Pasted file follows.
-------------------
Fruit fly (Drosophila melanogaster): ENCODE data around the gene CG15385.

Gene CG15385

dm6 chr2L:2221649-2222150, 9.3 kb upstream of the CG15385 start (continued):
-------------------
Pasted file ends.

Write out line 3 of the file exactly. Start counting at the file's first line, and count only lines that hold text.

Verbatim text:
dm6 chr2L:2221649-2222150, 9.3 kb upstream of the CG15385 start (continued):